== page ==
I have removed the shaft, and reinstalled with locktite, and then peened over the metal on the arm near the shaft to help secure it.

failing that, drill a hole perpendiculr to the shaft and pin it in place (the way VW should have done it)

I did do the increase friction route prior to the shaft repair, used rubber washers, this repair did not last long, as the shaft eventually moved out more.


good luck.

ps if the shaft completely comes out when driving, kiss the mirror good bye!
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maco70
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PostPosted: Sun Jun 26, 2016 6:34 pm    Post subject: Re: Floppy mirror fix, an alternative approach Reply with quote

Thanks !

So, I will buy "no-flop' side view mirrors (non power) from Gowesty, I believe.

Martin
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PostPosted: Sun Jun 26, 2016 6:43 pm    Post subject: Re: Floppy mirror fix, an alternative approach Reply with quote

maco70 wrote:
Thanks !

So, I will buy "no-flop' side view mirrors (non power) from Gowesty, I believe.

Martin


wonder how they modify them to not flop, might be easy to modify your own mirrors and save some money doing so. pin the hex shaft? add a rubber washer?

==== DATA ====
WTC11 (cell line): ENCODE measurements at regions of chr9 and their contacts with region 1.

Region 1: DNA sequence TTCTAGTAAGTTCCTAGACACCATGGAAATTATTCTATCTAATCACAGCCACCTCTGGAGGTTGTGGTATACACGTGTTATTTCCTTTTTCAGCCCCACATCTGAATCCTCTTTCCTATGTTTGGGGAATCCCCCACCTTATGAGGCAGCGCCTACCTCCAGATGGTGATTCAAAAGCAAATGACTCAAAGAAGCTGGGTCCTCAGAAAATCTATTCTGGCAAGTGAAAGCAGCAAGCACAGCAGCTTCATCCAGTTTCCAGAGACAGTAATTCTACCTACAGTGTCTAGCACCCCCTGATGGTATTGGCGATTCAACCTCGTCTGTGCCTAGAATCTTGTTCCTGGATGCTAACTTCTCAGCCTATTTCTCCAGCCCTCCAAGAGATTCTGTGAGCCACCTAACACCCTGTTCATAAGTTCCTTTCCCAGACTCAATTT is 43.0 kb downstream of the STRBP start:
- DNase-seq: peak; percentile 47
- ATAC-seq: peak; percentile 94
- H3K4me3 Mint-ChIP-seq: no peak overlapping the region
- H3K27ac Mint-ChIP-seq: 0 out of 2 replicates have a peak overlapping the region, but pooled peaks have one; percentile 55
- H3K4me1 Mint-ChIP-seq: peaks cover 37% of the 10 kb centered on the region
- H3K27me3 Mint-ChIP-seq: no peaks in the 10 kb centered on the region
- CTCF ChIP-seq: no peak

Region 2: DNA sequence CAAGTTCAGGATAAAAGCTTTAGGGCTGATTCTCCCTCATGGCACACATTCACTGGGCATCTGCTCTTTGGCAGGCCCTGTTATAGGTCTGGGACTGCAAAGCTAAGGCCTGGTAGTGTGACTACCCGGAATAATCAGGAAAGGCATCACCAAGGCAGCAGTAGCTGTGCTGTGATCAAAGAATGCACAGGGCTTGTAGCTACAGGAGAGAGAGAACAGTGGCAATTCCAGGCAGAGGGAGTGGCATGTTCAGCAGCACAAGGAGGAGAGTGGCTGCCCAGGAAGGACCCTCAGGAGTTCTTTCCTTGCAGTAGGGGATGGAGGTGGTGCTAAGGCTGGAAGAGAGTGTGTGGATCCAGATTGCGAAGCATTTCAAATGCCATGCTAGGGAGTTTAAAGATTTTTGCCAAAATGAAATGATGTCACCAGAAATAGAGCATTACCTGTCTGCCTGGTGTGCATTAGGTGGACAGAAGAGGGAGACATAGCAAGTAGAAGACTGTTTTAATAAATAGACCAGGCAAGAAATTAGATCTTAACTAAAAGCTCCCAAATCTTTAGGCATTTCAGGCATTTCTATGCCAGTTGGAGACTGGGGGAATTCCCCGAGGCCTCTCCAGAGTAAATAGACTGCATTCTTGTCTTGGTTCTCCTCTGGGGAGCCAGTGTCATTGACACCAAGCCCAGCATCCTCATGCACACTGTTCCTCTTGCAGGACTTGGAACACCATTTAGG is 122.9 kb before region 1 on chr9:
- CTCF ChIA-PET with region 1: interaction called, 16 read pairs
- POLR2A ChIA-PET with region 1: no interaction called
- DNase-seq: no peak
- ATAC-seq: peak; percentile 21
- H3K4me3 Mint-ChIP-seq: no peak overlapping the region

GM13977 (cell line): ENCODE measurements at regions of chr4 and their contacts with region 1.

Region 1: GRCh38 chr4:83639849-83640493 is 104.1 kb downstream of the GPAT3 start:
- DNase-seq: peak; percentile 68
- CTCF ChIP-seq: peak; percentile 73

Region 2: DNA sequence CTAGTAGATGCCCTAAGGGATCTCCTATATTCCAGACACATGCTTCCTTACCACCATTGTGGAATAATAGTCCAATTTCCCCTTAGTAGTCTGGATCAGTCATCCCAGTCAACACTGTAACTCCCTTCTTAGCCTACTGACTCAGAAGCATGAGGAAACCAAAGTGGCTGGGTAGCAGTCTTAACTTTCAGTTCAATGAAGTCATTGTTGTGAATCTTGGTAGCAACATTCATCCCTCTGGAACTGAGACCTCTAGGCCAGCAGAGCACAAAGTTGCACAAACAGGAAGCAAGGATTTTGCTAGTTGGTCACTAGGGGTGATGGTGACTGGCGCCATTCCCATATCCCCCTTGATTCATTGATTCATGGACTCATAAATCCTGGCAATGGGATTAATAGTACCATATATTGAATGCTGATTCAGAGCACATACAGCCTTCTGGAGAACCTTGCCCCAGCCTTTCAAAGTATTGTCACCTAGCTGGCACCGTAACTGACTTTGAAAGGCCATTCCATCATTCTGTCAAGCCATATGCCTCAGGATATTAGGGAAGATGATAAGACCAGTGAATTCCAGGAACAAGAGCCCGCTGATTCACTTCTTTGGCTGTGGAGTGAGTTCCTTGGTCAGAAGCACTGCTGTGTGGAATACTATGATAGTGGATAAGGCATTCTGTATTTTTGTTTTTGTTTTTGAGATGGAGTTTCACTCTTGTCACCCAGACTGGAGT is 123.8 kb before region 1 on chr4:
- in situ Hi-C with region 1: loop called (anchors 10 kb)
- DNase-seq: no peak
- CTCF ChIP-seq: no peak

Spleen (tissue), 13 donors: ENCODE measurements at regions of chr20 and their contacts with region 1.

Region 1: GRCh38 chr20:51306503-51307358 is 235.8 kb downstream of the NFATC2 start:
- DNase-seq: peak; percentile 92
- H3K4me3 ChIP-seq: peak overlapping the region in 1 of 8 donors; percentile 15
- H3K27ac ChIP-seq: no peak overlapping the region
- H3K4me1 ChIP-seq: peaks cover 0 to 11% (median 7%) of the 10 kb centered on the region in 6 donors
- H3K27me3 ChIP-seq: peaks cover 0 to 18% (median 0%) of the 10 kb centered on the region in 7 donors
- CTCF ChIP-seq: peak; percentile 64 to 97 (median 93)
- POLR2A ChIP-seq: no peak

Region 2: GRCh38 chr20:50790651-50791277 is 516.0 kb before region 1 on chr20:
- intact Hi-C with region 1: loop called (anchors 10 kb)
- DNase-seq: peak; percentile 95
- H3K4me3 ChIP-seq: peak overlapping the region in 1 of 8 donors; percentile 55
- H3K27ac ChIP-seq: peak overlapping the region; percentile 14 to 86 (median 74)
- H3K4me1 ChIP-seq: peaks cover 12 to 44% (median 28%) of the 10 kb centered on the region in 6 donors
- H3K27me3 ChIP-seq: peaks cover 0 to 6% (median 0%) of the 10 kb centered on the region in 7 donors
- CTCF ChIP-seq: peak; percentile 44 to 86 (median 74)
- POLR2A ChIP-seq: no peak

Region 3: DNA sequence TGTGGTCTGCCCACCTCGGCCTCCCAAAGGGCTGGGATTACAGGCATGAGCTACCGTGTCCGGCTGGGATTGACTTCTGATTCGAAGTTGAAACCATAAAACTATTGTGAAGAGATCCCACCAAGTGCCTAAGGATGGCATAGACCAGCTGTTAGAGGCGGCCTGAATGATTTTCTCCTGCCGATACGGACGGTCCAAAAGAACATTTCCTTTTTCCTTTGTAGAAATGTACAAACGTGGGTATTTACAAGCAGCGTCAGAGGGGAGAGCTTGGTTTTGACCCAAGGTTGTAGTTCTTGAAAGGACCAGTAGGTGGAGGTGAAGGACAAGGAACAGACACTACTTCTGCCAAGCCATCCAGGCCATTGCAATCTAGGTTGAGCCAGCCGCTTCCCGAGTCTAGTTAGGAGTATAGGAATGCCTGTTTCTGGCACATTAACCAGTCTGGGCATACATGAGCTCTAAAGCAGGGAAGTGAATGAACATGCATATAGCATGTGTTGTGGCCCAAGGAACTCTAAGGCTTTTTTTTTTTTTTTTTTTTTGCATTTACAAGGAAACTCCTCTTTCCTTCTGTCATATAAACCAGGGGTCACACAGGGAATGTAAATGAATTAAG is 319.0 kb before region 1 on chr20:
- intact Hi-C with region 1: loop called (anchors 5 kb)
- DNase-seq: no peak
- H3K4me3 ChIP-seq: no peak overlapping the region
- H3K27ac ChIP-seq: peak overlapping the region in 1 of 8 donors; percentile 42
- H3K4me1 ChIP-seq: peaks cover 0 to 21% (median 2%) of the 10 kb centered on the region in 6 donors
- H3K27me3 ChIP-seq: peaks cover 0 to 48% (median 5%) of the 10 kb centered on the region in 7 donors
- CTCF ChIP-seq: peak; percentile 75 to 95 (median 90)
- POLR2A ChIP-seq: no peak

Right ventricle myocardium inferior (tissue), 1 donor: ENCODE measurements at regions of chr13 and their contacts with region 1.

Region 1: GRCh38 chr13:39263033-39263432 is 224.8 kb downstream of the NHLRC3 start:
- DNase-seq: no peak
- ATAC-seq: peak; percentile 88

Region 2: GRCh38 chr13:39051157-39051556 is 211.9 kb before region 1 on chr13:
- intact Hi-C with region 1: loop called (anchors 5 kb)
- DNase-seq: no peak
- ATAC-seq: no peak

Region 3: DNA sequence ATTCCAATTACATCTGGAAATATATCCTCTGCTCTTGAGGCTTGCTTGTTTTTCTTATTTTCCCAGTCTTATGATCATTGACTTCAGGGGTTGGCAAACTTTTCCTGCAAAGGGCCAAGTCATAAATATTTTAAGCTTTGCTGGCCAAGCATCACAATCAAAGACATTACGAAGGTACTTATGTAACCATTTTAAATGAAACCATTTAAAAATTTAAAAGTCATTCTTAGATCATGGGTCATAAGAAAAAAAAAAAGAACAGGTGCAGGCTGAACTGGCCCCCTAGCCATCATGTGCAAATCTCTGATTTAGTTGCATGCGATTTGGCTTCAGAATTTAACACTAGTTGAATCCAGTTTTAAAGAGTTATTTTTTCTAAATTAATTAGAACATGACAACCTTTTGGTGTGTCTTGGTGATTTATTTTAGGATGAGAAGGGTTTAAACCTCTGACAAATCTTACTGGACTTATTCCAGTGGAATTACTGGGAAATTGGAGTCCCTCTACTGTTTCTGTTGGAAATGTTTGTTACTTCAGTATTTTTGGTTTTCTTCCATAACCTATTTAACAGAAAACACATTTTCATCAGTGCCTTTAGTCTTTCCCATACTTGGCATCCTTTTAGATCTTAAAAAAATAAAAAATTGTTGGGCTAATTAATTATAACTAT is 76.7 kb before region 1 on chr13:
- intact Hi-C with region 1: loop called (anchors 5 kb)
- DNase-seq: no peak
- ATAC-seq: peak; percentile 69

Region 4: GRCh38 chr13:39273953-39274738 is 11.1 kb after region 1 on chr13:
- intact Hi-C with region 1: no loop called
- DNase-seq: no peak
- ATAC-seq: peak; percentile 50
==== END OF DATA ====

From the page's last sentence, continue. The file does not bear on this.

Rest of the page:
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maco70
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PostPosted: Sun Jun 26, 2016 7:02 pm    Post subject: Re: Floppy mirror fix, an alternative approach Reply with quote

Yes, I agree, but I broke the passenger mirror (the glass) so anyway I have to replace it.
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jimf909 Premium Member
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PostPosted: Sun Jun 26, 2016 10:24 pm    Post subject: Re: Floppy mirror fix, an alternative approach Reply with quote

maco70 wrote:
Is another altertative approach can be to replace floppy mirrors by power mirror... without power?

I mean, since power mirrors are known to be much more stable on wind than the non power ones, can we install power mirrors but not putting power on them, or it will be a mess to adjust them without power ?

Thanks in advance foer your comments.


Power mirrors adjust well w/out power. Search for other threads on this topic, I believe I've read the GW no-flop mirrors eventually flop too.